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Amid 2020's challenges, how have public power utilities succeeded in providing energy, community service, and& relief to their communities? Share your successes to celebrate Public Power Week.

Matt Chester's picture
Energy Analyst Chester Energy and Policy

Official Energy Central Community Manager of Generation and Energy Management Networks. Matt is an energy analyst in Orlando FL (by way of Washington DC) working as an independent energy...

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  • Oct 12, 2020
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Last week was Public Power Week, but at Energy Central we want to keep the conversation and appreciation for public power utilities going strong. As Joy Ditto, CEO of the American Public Power Association, noted in our community last week

Public power utilities are laser-focused on providing reliable, affordable, safe, and environmentally sensitive power to their customers. And they are really good at it. Many of them have been around for more than 100 years, but all of them are proud to keep the lights on for their friends and neighbors. They are also uniquely motivated to listen to what their customers want and especially nimble when it comes to acting on these community desires.

We want to hear more about the unique agility and community-focused capabilities that public power utilities are particularly adept at providing. And given that we're in a year that's thrown curveball after curveball at utilities and their customers, we'd love to focus on the successes you've had at public power utilities for your customers, communities, employees, and operations.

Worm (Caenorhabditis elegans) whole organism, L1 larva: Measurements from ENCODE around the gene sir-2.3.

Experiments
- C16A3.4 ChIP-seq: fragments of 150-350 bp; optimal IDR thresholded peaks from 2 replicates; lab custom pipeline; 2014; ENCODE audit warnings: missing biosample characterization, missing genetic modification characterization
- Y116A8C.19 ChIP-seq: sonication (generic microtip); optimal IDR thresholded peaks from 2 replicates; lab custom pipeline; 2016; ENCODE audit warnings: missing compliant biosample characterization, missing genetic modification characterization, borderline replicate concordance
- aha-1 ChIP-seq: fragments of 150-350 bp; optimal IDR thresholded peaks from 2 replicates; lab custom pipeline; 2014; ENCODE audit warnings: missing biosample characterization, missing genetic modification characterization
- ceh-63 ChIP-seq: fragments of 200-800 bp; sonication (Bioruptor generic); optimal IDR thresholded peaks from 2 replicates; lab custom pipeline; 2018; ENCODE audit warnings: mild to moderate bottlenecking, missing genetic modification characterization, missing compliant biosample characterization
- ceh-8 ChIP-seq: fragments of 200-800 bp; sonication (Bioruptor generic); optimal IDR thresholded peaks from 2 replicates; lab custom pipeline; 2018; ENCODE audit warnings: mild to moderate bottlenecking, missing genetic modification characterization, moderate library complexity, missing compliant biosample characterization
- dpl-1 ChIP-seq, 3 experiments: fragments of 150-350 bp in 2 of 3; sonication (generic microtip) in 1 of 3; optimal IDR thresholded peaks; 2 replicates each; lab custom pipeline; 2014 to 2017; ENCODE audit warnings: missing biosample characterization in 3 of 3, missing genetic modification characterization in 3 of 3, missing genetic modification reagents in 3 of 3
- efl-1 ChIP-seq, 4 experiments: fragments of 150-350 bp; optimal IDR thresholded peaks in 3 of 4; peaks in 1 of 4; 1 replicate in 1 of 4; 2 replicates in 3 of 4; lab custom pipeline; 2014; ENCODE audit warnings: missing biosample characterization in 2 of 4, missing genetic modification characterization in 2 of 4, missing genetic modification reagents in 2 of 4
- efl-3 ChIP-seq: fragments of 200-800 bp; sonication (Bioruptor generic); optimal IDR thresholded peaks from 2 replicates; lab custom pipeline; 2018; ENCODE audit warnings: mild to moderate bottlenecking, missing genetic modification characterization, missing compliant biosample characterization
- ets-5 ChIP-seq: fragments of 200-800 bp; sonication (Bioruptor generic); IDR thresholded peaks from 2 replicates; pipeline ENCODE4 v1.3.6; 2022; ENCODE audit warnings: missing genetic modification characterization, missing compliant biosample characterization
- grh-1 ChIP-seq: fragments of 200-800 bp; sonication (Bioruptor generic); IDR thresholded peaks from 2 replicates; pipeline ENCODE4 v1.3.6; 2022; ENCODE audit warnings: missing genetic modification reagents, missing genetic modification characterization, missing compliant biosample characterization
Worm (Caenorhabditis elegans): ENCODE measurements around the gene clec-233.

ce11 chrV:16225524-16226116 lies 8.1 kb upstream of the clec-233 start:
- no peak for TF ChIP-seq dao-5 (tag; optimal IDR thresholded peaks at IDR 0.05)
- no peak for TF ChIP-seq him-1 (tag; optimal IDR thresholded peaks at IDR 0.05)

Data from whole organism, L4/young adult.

So in tough times, whether that's from a pandemic or an economic recession or a major storm, what successes have you had as power companies and community providers? How has the public power positioning helped you to deliver those results? We invite you to share a success or two amid this year's challenges below in celebration of Public Power Week.

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I've posted to Energy Central my assessment of public utilities as they stand today, both by their numbers and their character, as well as how they differ from the big there IOUs in the state. These details will be interesting to anyone looking to learn more about Public Power. 

 

California Public Power

As background, the Utilities Commission, City of New Smyrna Beach Florida (UCNSB) was created in 1967 through the passage of Chapter 67-1754, Laws of Florida, Special Acts of 1967. UCNSB provides retail electric, water, wastewater and reclaimed water services within the City of New Smyrna Beach and surrounding areas that include parts of Volusia County and the City of Edgewater.  Our electric service area encompasses 71.9 square miles and at the end of Fiscal Year 2019, the Commission provided service to a total of 28,921 electric customers and 27,404 water customers, and 24,795 reclamation (wastewater & reuse) customers.  Our Vision Statement developed in 2019, as part of a Modernization Strategy, is both a declaration and a challenge of who we want to be and who the community needs us to be.  It is a one sentence proclamation of our overall objectives. UCNSB’s Vision is, to be a community partner with safety as the priority while providing reliable, essential utility services, dedicated to sustainable resources and community stewardship.  Fast forward to February 2020, and we were confronted head on with the COVID-19 pandemic and the challenge to deliver on a number of our Vision’s mandates.  In short, we had to assure our customers’ and community needs were met on 24X7 basis, while at the same time adjusting our operations to protect the continuity of operations, and our employees’ and customers’ health.  Our community, like most areas of the country was impacted immediately with businesses either closing temporarily or adjusting the way they served customers to meet State and local requirements.